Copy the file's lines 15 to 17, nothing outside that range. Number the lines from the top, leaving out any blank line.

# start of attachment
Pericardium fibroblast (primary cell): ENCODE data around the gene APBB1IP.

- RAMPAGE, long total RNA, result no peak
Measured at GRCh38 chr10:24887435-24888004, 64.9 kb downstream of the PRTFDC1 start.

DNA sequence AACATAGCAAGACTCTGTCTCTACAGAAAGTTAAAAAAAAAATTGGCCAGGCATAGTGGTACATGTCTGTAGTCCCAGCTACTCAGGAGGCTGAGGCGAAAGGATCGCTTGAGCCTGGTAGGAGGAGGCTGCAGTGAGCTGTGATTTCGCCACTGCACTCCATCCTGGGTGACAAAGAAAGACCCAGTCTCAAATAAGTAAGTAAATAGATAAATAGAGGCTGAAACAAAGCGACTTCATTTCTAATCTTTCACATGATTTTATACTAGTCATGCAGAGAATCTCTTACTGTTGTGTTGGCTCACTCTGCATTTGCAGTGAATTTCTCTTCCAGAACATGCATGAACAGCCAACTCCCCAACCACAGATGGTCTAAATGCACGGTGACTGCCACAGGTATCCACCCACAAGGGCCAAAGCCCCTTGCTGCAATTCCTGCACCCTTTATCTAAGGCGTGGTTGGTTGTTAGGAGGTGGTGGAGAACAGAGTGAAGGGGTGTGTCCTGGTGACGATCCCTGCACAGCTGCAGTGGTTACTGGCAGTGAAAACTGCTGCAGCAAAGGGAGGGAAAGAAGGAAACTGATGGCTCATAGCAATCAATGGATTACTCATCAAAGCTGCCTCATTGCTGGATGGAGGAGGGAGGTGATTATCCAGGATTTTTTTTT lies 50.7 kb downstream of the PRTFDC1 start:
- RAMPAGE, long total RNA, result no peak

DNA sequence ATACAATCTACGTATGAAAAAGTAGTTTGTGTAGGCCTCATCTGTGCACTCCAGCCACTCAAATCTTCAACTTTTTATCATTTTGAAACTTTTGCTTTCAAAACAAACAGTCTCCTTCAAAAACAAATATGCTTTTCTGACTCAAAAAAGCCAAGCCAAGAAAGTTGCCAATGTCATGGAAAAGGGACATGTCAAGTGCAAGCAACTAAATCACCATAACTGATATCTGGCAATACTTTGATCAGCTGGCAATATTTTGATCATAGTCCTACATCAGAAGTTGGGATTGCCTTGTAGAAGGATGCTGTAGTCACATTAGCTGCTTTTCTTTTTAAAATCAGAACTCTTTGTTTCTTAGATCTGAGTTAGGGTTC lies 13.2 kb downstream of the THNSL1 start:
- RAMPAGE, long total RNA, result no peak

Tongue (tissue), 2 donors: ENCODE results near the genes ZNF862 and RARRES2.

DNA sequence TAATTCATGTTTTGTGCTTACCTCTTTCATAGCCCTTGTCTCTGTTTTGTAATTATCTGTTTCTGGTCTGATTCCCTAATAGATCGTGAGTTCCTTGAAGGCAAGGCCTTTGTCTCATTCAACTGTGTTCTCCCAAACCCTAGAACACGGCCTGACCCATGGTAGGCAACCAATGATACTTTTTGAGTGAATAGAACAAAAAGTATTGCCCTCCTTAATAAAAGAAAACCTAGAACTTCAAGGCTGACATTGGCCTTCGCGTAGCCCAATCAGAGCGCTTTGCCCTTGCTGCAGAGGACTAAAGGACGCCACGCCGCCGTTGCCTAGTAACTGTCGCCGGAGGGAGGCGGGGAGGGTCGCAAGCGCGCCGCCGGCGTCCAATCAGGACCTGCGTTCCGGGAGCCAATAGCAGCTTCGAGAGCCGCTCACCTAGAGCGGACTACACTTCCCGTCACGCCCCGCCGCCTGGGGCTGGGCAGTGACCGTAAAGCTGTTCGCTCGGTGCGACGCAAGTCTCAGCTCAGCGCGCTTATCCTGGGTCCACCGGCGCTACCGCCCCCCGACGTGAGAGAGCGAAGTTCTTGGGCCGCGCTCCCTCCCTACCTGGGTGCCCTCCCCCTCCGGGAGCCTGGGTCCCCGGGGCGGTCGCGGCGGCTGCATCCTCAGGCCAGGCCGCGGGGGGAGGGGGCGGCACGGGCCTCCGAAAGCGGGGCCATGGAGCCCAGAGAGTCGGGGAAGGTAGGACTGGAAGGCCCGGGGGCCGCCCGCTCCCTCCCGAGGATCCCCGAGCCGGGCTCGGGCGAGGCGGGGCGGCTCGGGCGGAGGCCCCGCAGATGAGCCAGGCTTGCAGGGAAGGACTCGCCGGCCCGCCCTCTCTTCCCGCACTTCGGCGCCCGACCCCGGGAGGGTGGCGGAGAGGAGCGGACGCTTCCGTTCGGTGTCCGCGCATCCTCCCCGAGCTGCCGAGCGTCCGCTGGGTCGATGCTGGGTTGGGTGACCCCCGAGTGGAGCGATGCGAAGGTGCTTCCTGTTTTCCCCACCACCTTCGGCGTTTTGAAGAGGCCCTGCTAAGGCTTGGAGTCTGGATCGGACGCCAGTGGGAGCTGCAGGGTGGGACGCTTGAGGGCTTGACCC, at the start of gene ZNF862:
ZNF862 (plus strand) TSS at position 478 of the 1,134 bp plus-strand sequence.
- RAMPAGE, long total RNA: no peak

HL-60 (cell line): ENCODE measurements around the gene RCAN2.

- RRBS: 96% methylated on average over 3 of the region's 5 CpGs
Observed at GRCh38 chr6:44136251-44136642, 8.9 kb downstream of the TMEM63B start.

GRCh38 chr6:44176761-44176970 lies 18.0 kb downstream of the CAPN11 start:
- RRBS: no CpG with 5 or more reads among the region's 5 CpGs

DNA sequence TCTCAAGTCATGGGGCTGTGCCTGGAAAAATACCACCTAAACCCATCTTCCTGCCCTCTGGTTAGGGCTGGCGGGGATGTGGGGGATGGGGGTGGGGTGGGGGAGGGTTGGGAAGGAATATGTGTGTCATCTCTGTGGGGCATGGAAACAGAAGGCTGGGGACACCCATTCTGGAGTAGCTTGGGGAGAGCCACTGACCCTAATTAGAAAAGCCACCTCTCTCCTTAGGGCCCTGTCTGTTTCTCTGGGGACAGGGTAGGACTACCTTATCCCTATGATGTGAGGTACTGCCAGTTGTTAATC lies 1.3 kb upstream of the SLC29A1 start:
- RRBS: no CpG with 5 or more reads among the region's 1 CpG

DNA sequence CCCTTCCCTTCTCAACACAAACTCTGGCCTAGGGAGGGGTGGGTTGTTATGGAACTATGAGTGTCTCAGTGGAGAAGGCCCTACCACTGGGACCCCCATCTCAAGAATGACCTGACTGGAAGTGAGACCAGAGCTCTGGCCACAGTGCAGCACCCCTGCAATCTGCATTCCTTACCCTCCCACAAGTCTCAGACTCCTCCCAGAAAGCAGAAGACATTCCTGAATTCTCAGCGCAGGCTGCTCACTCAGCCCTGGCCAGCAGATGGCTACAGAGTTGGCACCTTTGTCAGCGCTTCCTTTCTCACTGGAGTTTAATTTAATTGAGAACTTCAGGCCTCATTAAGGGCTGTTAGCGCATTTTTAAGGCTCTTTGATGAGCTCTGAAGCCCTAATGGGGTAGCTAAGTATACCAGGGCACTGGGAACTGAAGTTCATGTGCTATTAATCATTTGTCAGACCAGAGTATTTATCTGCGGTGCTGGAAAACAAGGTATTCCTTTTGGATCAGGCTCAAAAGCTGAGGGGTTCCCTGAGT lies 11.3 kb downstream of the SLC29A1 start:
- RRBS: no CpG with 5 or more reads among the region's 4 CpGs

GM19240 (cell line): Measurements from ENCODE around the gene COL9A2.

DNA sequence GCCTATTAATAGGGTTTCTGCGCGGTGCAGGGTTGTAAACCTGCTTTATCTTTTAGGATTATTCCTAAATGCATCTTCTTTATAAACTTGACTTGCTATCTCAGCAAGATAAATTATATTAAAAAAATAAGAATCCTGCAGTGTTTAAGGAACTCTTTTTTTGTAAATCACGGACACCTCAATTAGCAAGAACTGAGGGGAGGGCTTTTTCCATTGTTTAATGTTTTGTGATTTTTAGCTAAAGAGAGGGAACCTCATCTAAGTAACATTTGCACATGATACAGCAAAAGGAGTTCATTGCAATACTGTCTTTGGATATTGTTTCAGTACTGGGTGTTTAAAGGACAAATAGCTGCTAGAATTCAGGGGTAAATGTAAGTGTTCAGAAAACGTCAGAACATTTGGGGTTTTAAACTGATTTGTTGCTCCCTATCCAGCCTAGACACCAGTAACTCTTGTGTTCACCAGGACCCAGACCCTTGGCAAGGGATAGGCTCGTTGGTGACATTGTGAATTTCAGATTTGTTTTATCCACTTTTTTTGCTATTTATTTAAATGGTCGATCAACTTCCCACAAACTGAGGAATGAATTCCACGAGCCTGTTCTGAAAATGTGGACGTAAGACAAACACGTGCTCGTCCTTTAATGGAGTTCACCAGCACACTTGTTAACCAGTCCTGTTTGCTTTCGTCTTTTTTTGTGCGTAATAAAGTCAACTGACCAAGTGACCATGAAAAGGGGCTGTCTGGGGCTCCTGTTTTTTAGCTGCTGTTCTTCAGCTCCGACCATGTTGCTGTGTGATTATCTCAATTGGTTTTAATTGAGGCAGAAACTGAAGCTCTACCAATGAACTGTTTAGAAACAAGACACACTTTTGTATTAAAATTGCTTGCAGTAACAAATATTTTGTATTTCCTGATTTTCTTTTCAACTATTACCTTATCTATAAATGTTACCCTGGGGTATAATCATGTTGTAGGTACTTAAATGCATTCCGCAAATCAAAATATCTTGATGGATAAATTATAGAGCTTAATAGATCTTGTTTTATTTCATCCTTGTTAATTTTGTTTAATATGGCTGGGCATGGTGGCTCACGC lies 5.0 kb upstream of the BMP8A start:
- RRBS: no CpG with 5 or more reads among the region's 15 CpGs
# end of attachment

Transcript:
GRCh38 chr6:44176761-44176970 lies 18.0 kb downstream of the CAPN11 start:
- RRBS: no CpG with 5 or more reads among the region's 5 CpGs

DNA sequence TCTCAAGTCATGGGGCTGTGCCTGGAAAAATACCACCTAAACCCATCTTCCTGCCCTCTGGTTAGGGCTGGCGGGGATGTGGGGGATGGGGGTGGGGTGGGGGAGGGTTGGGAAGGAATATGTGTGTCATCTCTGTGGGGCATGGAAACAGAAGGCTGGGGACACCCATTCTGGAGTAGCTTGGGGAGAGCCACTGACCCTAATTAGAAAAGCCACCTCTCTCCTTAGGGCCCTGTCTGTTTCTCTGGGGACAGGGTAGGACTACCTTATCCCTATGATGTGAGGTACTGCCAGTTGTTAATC lies 1.3 kb upstream of the SLC29A1 start: